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Brimonidine/Timolol (Into the eye)

Treats increased eye pressure from glaucoma or ocular hypertension.

What works?

Learn more about the effects of these drugs. The most reliable research is summed up for you in our featured article.

Brimonidine and timolol ophthalmic (eye) drops are used to treat increased pressure in the eye caused by glaucoma or a condition called hypertension of the eye. Both conditions are caused by high pressure in your eye and can lead to pain from pressure in your eye and then can eventually harm your vision. This medicine can help you keep your sight by reducing the pressure in your eye and stopping… Read more
Brand names include
Combigan
Drug classes About this
Antiglaucoma Combination

What works? Research summarized

Evidence reviews

Neuroprotection (medicines to protect nerves involved in sight) for treatment of glaucoma in adults

The aim of this Cochrane review was to find out if neuroprotective medications (which aim to protect the nerves and cells in the eye) are effective for treating glaucoma in adults. We searched for all relevant studies to answer this question and found one study.

Efficacy and tolerability of fixed combination of brimonidine 0.2%/timolol 0.5% compared with fixed combination of dorzolamide 2%/timolol 0.5% in the treatment of patients with elevated intraocular pressure: a meta-analysis of randomized controlled trials

OBJECTIVE: To evaluate the efficacy and tolerability of the fixed-combination brimonidine 0.2%/timolol 0.5% (FCBT) compared with the fixed-combination dorzolamide 2%/timolol 0.5% (FCDT) in the treatment of patients with elevated intraocular pressure (IOP).

Meta-analysis of randomized controlled trials comparing timolol with brimonidine in the treatment of glaucoma

The authors concluded that timolol and brimonidine were equally effective in lowering intraocular pressure. Brimonidine was associated with a higher rate of allergy. The review was mostly well conducted but, in view of unexplained heterogeneity in the analyses, the authors' conclusions may need to be regarded with some caution.

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Summaries for consumers

Neuroprotection (medicines to protect nerves involved in sight) for treatment of glaucoma in adults

The aim of this Cochrane review was to find out if neuroprotective medications (which aim to protect the nerves and cells in the eye) are effective for treating glaucoma in adults. We searched for all relevant studies to answer this question and found one study.

Medicines given before, during, or after surgery to prevent short spikes of eye pressure after laser surgery for glaucoma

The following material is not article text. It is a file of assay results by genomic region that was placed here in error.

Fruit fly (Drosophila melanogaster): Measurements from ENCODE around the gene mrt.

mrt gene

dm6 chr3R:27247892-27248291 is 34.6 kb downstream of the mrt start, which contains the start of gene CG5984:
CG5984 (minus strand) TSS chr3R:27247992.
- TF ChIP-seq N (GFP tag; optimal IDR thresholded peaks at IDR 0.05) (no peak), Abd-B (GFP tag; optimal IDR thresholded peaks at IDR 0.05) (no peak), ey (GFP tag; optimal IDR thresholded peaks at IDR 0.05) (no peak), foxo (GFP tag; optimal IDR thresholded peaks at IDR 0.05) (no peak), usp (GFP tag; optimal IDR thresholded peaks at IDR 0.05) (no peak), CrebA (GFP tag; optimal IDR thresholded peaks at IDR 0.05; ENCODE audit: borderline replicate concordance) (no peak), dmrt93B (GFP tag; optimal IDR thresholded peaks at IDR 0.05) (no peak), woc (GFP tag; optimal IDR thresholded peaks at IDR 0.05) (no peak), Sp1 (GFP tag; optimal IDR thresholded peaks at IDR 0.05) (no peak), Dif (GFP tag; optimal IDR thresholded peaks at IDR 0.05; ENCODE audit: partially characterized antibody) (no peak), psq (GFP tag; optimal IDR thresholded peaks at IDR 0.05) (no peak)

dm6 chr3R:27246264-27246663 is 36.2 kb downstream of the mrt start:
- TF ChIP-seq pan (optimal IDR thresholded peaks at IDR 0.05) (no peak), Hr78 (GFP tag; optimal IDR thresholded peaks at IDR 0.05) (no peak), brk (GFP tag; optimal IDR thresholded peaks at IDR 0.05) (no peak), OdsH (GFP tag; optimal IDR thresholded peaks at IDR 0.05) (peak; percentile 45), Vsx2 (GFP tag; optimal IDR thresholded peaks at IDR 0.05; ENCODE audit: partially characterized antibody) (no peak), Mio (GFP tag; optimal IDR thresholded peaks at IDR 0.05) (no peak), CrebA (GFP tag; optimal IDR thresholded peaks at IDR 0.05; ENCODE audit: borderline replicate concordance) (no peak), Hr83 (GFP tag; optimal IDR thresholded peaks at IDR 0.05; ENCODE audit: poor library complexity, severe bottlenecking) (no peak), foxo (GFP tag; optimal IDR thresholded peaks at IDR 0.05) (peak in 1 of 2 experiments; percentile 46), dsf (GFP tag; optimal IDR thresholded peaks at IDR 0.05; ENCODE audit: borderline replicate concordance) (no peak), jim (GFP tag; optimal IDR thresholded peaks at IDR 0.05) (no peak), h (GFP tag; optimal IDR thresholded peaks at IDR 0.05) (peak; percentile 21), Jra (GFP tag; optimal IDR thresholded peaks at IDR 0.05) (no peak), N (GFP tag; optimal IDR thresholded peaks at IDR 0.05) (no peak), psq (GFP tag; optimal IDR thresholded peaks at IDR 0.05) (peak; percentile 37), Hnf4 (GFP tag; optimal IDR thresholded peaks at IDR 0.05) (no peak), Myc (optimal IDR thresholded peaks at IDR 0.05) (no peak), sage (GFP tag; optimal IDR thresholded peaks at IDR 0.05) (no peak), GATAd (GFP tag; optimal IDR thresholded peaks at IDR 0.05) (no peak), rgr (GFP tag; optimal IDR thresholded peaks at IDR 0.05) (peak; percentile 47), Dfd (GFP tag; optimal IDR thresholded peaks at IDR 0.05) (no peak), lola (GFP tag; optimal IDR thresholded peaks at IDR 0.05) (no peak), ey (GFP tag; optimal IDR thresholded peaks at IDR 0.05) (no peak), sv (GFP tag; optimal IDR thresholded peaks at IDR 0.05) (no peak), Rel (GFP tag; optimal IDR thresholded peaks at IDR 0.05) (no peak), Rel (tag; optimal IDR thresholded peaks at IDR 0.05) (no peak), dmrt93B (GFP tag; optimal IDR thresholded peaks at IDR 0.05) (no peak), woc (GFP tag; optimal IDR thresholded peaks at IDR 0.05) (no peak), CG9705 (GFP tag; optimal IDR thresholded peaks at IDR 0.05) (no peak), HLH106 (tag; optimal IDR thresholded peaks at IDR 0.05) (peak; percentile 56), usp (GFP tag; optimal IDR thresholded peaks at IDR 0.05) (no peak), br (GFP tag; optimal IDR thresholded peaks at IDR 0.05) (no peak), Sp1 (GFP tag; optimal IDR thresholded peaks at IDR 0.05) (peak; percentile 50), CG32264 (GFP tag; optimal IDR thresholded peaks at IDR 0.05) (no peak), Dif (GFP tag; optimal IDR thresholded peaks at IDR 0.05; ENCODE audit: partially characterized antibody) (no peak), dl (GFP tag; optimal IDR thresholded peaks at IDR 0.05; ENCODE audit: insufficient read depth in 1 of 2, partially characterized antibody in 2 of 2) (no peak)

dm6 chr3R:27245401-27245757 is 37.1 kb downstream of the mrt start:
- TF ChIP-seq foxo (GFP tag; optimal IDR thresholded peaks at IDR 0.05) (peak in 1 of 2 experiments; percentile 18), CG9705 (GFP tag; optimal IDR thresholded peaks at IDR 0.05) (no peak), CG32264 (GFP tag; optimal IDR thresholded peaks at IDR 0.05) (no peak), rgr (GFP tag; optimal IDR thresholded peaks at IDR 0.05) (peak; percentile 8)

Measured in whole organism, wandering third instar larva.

The aim of this Cochrane Review was to find out whether medicines given before, during, or after laser trabeculoplasty (LTP), a surgical method to reduce eye pressure, can prevent increased eye pressure shortly after surgery.

Medical interventions for primary open angle glaucoma and ocular hypertension

Ocular hypertension (OHT) is a condition with raised intraocular pressure (IOP) without visual field changes or discernible pathology of the optic nerve head. Ocular hypertension with IOP above 21 mmHg untreated is a major risk factor for development of primary open angle glaucoma, which is progressive nerve fibre loss and damage to the optic disc so that the visual field develops characteristic defects. Topical medications are given to reduce the IOP as a way of preventing the onset or progression of damage and associated visual field loss. These medications may have local and systemic side effects that may be severe enough for the treatment to be stopped and include local irritation, drowsiness, shortage of breath and cardiovascular side effects, particularly in the elderly. The results of this review support the current practice of topical medication to lower IOP and clearly demonstrate a visual field protective effect. The review authors identified a total of 26 controlled trials that randomised 4979 people with OHT or open angle glaucoma to receive topical medication or a placebo, another topical medication or no treatment for at least a year. Meta‐analysis of 10 trials testing different topical medications against placebo or untreated controls showed reduced incidence of glaucomatous visual field defects with treatment for people with OHT. The odds ratio (OR) was 0.62 (range 0.5 to 0.8). The class of beta‐blockers (including timolol) had positive but weak evidence for a beneficial effect in protecting against visual field defects (OR 0.7, range 0.5 to 1.0). No single drug showed significant visual field protection in OHT with the evidence available. Medications included beta‐blockers, dorzolamide, brimonidine, pilocarpine and epinephrine. From the reports, the majority of trials were of low methodological quality. Local and systemic side effects leading to treatment being stopped were often poorly reported and did not appear to differ between treatment groups. Drop‐outs due to side effects occurred with similar frequency in people treated with beta‐blocker or placebo and appeared to be less with timolol compared to brimonidine, in three trials.

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